Minneapolis was closed last night.

Literally.

All of the streets surrounding First Avenue were closed. The streets that were open were so full of traffic and people that there was no point of trying to get anywhere.

Time had stopped and all eyes were on Minneapolis. All eyes were on the venue that I spend more time at than my own apartment. All eyes were on this community that I am more than proud to be a part of.

Some people had tears running down their cheeks and flowers in their hands. Some people had smiles on their faces as they reminisced about the legend himself.

Prince is dead.

That looks so weird to write and sounds so weird to say.

Prince is dead.

It’s like no matter how many times I say it out loud or type it here, it just doesn’t look right.

Prince is dead.

I have to be honest, I’m not a die-hard Prince fan. I more than respect him and completely understand his significance in the music scene but I just never fell in love with his music. That being said, I went downtown last night to pay my respects to the legend because he was, and always will be, such a vital part of this industry that I have completely immersed myself in and, let’s face it.. he is Minnesota music.

Prince’s death was felt around the country… no, the world, but I truly think Minneapolis took it the hardest. You see, around here Prince is not just a celebrity that you dream of meeting. He is that guy that lived in Chanhassen and opened up his house for pancake parties. The press called him weird, strange, and private but around here, we just knew him as that guy that you could randomly run into at other shows, record shops, hell, even the drug store.

Yeah so maybe he was a bit strange. When I found myself in the same building as him (which happened multiple times at shows) there was a strange aura in the air but it was almost comforting. A hush would come over the crowd because he had been spotted. Everyone in the crowd would take a couple of minutes to comment on the legend being in the same building but they would quickly realize he’s just another guy going out to try and enjoy some music.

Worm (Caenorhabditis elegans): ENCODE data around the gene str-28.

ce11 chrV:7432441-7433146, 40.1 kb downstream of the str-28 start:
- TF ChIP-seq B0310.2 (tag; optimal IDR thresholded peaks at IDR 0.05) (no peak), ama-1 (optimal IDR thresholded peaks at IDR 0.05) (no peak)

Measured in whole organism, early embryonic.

I was fortunate enough to attend a couple of Prince’s pancake parties at Paisley Park. Yes, you heard that right… pancake parties. You would literally go to Paisley Park in your pajamas, eat pancakes, and wait around to see if Prince actually showed up to play. There were a few times where he played a full set, a few times where he would maybe play a song, and even one time where, after waiting for eight hours, I gave up and went home at 9am and didn’t even see him.

Time seemed to stop when the news broke. Any chance of me getting work done yesterday afternoon went out the window. I didn’t care about anything except getting out of work and rushing downtown to be a part of something that was going to be huge.

To say last night was huge would be an understatement. Within hours, an outdoor block party had been set up in front of First Avenue full of local musicians paying tribute to Prince and a crowd of thousands. The streets were shut down and the city was at a standstill. Even though it was completely unplanned and just looked like a giant clusterfuck of people in purple, it was the most beautiful thing I have (and probably ever will be) a part of.

I was lost in a sea of purple. Some people were bawling their eyes out on the shoulder of a stranger. Some people were singing along with the local musicians so loud that there is no way they have a voice left today. Some people seemed to be just completely lost and had no clue where to go or what to do.

That’s the crazy thing about celebrity deaths. You may have never met the celebrity, hell, you might have never even seen them live, but because of the way their music filled your life full of joy, their death feels like the death of your long time family pet. It’s like these waves of sorrow come over you and, although you know they’re not truly justified, you can’t help but succumb to the immense emotions going through your mind and body. I’ll be honest, when all of the local musicians got on stage to sing “Purple Rain” and the crowd joined in, I shed a tear. Did I personally know Prince? No. Did I absolutely love his music? No. But he impacted my life just like every other musician whose music has landed in the playlist of my life.

People stood in the streets for hours last night. Some of the lucky ones were able to make their way into First Avenue for the all night dance party that lasted until 7AM. Everyone else just stood in the streets and had their own dance party.

The party continues at First Avenue tonight and tomorrow night. My life seems to be on hold as I plan to go to as many of these festivities as I can including a showing of Purple Rain at Target Field tomorrow afternoon.

Prince is dead.

It still doesn’t sound right or real.

 

 

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